A research team, led by Dr. Hyung-Suk Oh and Dr. Woong Hee Lee of the Clean Energy Research Center of the Korea Institute of Science and Technology (KIST), working in cooperation with the Technische Universität Berlin (TUB), announced that they had developed a nano-sized, coral-shaped silver catalyst electrode and large-area, high-efficiency carbon dioxide conversion system, which can be used to obtain *carbon monoxide. In recent years, this type of electrochemical carbon dioxide conversion system has been a major area of research in the field of artificial photosynthesis.
* Carbon monoxide: Chemically stable and can be used as a reducing agent at high temperatures, and thus can be used in chemical, metallics, and electronic industries.
Artificial photosynthesis is a technology that converts carbon dioxide, a cause of global warming, into usable chemical substances with high values. In order words, this type of technology removes carbon dioxide from the environment, decreasing pollution, and converts it to obtain useful chemical substances. The electrochemical carbon dioxide conversion field, in particular, has recently been receiving much interest from the scientific community.
In the past, carbon dioxide conversion research was mainly conducted on the compound in its liquid state. When using liquid, however, the performances of different conversion systems have to be measured by immersing electrodes in water. Since carbon dioxide does not dissolve well in water, it is difficult to obtain sufficient efficiency using this process, compared to the amount of energy used. Recently, a system was developed that could convert carbon dioxide using the compound in its gaseous state. This raised the expectation that a high-efficiency conversion system would soon be achieved; however, this proved difficult due to a lack of catalysts and electrodes that could be applied to the new system.
To solve this problem, the joint KIST-TUB research team developed coral-shaped, nano-sized silver catalyst electrodes that could be applied to high-efficiency carbon dioxide conversion systems utilizing carbon dioxide in its gaseous state. Compared to other silver catalysts, the newly developed catalyst requires a low amount of energy to achieve a reaction and can produce over 100 times more carbon monoxide than liquid-based systems. The electrodes of the carbon dioxide reducing system were also successfully applied to large areas (50 cm2), showing great promise for commercialization.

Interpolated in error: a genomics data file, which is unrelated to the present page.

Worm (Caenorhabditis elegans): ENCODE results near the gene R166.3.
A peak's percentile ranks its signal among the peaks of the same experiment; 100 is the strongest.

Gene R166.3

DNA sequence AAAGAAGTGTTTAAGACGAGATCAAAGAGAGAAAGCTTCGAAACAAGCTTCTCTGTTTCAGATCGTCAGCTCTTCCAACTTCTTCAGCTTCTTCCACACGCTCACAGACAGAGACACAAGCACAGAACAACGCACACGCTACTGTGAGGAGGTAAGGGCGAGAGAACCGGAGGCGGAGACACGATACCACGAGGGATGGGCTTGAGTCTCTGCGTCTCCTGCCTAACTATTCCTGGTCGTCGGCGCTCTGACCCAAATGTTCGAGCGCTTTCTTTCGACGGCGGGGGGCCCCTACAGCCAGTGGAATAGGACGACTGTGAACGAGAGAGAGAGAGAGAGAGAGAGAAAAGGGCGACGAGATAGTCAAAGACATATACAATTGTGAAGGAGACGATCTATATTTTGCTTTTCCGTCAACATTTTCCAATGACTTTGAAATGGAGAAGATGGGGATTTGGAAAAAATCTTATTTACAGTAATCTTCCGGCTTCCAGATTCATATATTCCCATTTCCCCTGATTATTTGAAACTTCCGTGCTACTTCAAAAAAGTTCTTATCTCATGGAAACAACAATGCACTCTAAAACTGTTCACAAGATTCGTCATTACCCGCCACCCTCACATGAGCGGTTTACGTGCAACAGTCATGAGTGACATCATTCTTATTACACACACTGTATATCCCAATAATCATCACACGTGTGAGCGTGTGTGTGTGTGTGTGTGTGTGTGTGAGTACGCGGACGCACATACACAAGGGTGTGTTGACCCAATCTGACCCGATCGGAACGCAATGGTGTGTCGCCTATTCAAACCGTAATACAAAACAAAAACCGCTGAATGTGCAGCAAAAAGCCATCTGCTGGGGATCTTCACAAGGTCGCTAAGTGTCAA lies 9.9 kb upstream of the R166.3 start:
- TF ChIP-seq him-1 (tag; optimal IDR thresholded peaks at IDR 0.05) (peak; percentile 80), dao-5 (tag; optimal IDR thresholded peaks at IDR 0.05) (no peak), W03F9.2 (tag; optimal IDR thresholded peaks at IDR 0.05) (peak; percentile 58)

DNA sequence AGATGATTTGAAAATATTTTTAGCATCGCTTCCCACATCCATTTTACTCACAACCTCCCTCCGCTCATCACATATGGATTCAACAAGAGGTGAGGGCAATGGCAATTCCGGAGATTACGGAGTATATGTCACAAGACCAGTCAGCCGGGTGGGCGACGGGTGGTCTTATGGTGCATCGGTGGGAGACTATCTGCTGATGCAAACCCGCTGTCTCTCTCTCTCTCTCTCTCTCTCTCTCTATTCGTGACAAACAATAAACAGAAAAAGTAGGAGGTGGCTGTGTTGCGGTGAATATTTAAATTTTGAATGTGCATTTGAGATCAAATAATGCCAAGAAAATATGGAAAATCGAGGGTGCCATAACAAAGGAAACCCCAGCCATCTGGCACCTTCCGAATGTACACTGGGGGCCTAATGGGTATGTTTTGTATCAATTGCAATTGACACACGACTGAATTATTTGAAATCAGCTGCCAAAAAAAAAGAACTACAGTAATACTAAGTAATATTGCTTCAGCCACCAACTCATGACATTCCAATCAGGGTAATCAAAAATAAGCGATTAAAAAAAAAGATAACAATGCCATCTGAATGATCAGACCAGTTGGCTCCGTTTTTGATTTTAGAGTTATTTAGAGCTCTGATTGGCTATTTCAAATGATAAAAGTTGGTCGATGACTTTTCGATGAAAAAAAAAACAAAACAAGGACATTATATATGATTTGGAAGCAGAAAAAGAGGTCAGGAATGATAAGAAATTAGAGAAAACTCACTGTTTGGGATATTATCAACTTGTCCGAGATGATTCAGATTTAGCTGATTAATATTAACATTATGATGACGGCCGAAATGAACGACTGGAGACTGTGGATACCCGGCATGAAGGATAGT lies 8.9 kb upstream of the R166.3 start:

The KIST-TUB researchers were also able to develop a catalyst through various **operando analysis. The team confirmed that the coral-shaped, silver nano electrode catalyst, produced using chlorine ions through a real-time, x-ray absorption analysis method, has high substance delivery capacities, thanks to its large surface area and porous structure. This means that the catalysts demonstrates high efficiency in the carbon dioxide conversion process. They further found that the carbon dioxide conversion process was less efficient when there was no hydrophobicity during the reaction; this means that a certain level of hydrophobicity must be maintained when developing carbon dioxide conversion electrodes in the future.
**Operando analysis: A technology that monitors, in real-time, the actual behavior of a catalyst or electrode structure during a reaction. X-rays, electron microscopes, and laser analysis technologies (etc.) are used in operando analysis.
*** Hydrophobicity: The physical property of not being able to easily combine with water molecules. Normally, materials without polarity demonstrate hydrophobicity.
Dr. Hyung-Suk Oh of the KIST, who jointly led the research, said, "By developing nanometer-sized, coral-shaped silver catalyst electrodes, we were able to greatly improve current density and the performance of the electrochemical carbon dioxide conversion system, thereby suggesting directions for future research." He added, "It is expected that this study will greatly contribute to the R&D of electrochemical carbon dioxide conversion systems."
The research, backed by the Ministry of Science and ICT (MSIT), was conducted as part of the Institutional Research Program of the Korea Institute of Science and Technology (KIST) and as part of the Climate Change Response Technology Development Project. The study was published in the latest issue of the international journal on energy environment, Nano Energy (IF: 15.548, JCR ranking top 3.716%).